Lithium borohydride and magnesium hydride nanoparticles are embedded in a nanoporous carbon aerogel scaffold with pore size of max. 21 nm and react during release of hydrogen and form magnesium diboride. The hydrogen desorption kinetics is significantly improved compared to bulk conditions, and the nanoconfined system has a high degree of reversibility and stability and possibly also improved thermodynamic properties.
The purpose of this work was to further develop the concept of nanoconfinement by investigating a system of higher complexity. Lithium borohydride (LiBH4) and magnesium hydride (MgH2) have been studied intensively in the past due to their high theoretical hydrogen densities.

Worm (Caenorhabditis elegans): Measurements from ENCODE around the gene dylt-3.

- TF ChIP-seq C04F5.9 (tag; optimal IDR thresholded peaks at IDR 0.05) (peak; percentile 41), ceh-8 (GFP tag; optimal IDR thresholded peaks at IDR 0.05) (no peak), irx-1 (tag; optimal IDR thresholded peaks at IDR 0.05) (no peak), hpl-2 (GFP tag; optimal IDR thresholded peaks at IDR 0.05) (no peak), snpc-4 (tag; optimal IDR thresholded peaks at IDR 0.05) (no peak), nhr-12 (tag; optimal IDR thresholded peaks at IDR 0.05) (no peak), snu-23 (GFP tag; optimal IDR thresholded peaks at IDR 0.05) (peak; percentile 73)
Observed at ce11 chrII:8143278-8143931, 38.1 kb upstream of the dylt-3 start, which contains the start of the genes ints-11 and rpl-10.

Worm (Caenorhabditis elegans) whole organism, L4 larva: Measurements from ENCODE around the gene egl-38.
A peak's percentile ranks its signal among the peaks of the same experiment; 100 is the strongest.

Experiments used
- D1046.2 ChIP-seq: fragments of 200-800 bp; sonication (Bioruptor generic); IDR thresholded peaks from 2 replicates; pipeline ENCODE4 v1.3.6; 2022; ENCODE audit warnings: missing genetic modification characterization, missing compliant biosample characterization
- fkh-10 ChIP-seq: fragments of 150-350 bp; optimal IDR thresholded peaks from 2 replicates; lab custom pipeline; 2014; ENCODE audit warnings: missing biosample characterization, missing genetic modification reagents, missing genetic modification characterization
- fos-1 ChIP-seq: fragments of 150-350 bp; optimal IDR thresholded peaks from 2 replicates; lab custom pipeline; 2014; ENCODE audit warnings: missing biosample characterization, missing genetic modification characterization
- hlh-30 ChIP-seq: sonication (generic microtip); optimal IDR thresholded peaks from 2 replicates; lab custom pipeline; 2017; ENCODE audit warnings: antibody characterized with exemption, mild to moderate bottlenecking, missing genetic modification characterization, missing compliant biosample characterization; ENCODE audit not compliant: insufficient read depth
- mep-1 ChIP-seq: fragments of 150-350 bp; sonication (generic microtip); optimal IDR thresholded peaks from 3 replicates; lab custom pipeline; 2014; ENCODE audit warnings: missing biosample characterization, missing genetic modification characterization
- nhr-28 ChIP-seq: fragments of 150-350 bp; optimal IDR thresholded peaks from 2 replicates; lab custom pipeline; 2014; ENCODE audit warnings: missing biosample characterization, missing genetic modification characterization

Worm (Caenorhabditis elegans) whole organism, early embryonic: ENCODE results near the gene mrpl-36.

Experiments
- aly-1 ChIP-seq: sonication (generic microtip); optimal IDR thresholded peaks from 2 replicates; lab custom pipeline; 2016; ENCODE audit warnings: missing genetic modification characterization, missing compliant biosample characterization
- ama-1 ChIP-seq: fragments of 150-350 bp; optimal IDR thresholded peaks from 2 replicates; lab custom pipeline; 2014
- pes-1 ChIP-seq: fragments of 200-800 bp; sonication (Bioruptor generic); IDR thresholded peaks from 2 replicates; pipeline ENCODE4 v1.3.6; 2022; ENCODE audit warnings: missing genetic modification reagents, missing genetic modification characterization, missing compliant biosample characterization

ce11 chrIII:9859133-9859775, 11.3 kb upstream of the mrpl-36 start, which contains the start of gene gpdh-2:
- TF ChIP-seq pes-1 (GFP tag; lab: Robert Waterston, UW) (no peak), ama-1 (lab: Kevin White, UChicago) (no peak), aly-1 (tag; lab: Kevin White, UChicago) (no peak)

"However" explains Nielsen, "the use of lithium borohydride as a solid-state hydrogen storage material is hampered by its unfavorable high thermal stability; that is, release of hydrogen takes place at temperatures above 400°C and, importantly, uptake of hydrogen only occurs under extreme conditions. Similarly, application of the abundant and cheap metal magnesium is also impeded by unfavorable thermodynamic properties."
Jensen adds that, "fortunately, both the kinetic and thermodynamic properties of potential hydrogen storage materials can be significantly improved by combining exothermic and endothermic chemical reactions. A more favorable total enthalpy change may be obtained by the introduction of a new dehydrogenated state which may facilitate hydrogenation. This concept is referred to as reactive hydride composites (RHC), and it helps to preserve a high gravimetric hydrogen storage capacity."